Blue Bicycle Books, Charleston, SC

Lipstick Stamps on My Passport — Notes on Abroad by Katie Crouch

Abroad by Katie Crouch cover artAbroad by Katie Crouch  (Sarah Crichton Books / FSG, hb., 304 pp., $26)

By Jonathan Sanchez, Blue Bicycle Books

Katie Crouch’s Abroad might be the most widely-recommendable book I’ve seen in 18 years as a bookseller. Like a dance party at an ancient castle, it’s contemporary and exciting and NOW, while at the same time sending out tendrils into the past, as Crouch breaks away to give us little glimpses into the ordinary life of women in Umbria through the millennia, ordinary lives which end bloodily, at the end of a blade.

Taking the flattened-out, scattered-to-rumor-and-madness story of the Amanda Knox trial, Crouch cleans out the guts and inserts her own, imbues it with completely new and fictional stuffing – the stuff of life: wine and Campari, mozzarella and pancetta, cocaine and designer drugs, Ovid and Patricia Highsmith, blood and cigarettes and mud and clay.

Semester Abroad

We all know kids who go abroad in college or their early 20s. Some just go to party, some manage to take it in stride, but for many, like Claire, the American in Crouch’s Abroad, going to Umbria is a chance to become someone new. You know people like this, they come back home, trying to keep the impression of France or Iceland or Brazil on them as long as they can.

Maybe they insist on calling soccer ‘football’, or their phones ‘mo-BILES.’ Maybe they have new opinions on coffee or what’s wrong with the American education system or what time to eat dinner. I’ve been this guy myself, more than once. (I still make my number sevens with a horizontal dash because I picked that up in Italy.)

In Abroad, Claire serves the role of the Amanda Knox figure — the Seattle college student who, while studying in Umbria, was accused of killing her Irish roommate Meredith Kercher. She’s a fun twist on the Ugly American. She shows up as a hot mess: badly died purple hair, ill-fitting clothes. Her first appearance is in the town piazza, getting felt up by a random Italian guy while smiling at the narrator, Taz. She has a bad sunburn, dirty fingernails, and “a large and hideous tattoo of a moose.”

Yet like Athena or Diana cloaking themselves in mortal garb, Claire, even from the get-go, is described as unmistakably beautiful, a fact which even her enemies don’t bother to deny (they find it ‘off-putting’). As the book progresses, this beauty, both spiritual and physical, continues to emerge, like a goddess emerging from inside a still-wet statue, the clay dripping off.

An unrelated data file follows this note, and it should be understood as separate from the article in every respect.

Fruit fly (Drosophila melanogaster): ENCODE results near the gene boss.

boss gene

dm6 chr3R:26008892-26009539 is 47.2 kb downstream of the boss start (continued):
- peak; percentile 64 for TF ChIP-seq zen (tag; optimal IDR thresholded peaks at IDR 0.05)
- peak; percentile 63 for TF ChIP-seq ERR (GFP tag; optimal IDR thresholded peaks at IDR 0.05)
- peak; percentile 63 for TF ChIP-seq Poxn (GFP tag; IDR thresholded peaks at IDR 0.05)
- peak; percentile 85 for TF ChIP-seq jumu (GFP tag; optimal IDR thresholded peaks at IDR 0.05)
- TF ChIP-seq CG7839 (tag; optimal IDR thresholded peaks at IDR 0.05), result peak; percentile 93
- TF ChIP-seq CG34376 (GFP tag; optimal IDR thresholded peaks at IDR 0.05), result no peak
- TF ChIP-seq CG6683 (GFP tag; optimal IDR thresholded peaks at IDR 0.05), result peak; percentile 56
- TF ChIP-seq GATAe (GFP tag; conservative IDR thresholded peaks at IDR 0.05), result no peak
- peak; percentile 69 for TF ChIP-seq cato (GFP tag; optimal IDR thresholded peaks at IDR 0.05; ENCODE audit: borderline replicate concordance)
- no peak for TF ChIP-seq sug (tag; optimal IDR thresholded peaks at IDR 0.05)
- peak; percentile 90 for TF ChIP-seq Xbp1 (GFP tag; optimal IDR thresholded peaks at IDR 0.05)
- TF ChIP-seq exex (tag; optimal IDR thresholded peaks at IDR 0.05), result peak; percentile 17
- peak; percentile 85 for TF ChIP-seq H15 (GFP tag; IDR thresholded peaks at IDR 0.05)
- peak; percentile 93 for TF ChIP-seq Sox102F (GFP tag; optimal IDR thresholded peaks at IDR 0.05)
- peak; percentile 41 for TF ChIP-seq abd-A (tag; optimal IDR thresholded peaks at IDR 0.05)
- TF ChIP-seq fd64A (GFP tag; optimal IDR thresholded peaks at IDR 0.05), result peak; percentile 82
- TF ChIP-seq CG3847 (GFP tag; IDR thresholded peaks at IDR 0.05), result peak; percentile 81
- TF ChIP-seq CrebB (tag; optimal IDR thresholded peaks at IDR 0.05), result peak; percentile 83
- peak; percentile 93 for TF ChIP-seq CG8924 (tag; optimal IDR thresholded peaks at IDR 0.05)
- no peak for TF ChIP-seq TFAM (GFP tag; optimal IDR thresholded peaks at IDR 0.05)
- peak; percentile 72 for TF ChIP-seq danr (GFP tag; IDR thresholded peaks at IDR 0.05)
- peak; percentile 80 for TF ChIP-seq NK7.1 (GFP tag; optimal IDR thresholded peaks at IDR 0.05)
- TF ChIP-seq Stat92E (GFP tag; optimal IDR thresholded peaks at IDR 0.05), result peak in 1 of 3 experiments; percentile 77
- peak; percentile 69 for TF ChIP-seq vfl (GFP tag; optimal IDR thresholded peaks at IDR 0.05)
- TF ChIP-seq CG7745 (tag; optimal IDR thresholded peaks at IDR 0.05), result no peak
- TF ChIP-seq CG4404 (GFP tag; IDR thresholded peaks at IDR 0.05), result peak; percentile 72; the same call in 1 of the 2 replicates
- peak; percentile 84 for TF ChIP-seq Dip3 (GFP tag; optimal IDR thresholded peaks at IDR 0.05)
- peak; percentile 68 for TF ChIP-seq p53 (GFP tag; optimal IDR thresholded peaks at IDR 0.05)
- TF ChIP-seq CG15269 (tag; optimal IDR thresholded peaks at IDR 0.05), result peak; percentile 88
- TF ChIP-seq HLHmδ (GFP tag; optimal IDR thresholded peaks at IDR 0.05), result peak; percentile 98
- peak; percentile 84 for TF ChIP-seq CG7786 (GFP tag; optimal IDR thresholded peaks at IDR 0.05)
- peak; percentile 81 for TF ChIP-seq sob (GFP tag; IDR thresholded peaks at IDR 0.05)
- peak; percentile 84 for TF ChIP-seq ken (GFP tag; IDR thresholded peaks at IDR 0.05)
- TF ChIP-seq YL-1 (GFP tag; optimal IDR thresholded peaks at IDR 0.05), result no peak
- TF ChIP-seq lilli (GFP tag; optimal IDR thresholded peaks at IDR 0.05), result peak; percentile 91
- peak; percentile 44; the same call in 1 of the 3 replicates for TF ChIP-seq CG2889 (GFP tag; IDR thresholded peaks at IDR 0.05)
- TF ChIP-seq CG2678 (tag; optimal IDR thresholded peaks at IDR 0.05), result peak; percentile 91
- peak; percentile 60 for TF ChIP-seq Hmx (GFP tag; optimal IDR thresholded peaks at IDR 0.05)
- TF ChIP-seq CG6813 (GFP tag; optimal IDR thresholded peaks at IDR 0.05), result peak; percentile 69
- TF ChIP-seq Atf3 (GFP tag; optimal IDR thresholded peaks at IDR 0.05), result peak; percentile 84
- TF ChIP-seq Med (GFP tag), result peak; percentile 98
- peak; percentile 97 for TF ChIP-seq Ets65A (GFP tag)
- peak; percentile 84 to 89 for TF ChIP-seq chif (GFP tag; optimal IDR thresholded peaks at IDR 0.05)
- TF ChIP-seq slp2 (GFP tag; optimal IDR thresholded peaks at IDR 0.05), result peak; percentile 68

Chronicle of a Death Foretold

So is this book about the Amanda Knox story? Claire seems a good bit different from the real Knox: she’s from the wilds of Montana and is an utter nymphomaniac. The narrator, Tabitha “Taz” Deacon, like the real victim, Meredith Kercher, is an Irish student at Nottingham University in England. There’s an Italian lover, a British lover, and an American roommate. Fictionalized are the “Brit Four,” three bitchy classmates of Taz’s from Nottingham, who, surprisingly, invite her into their clique while abroad. (She’s the Fourth.)

If you know even a little about the Amanda Knox case (I knew very little), you likely know that Taz is going to die. You likely know her roommate, drugs, and a lover or two are going to be involved somehow. Towards that end, the plot barrels along like a train through the Dolomites. You know the destination, that everything will funnel into that gory ending, but you don’t know how.

Most likely no one knows for sure who killed Meredith Kercher except for Kercher and her killer. Acknowledging the powerful failures of history, Crouch comes at it from a fresh angle, creating a particular fictional world that, without trying to nail the courtroom truths, depicts the emotions and the desires that were at play that semester. If you’ve ever traveled in Europe as a young person, there’s a good chance you’ve felt a dizzying mix of awe and elation and dread. There’s a chance that you’ve felt despairingly lonely and that you’ve made (what felt like) lifelong friends after five minutes on a train. So in this sense, by hitting these universal travel-abroad emotions via a very specific, fictional retelling, Abroad is entirely about the Amanda Knox case.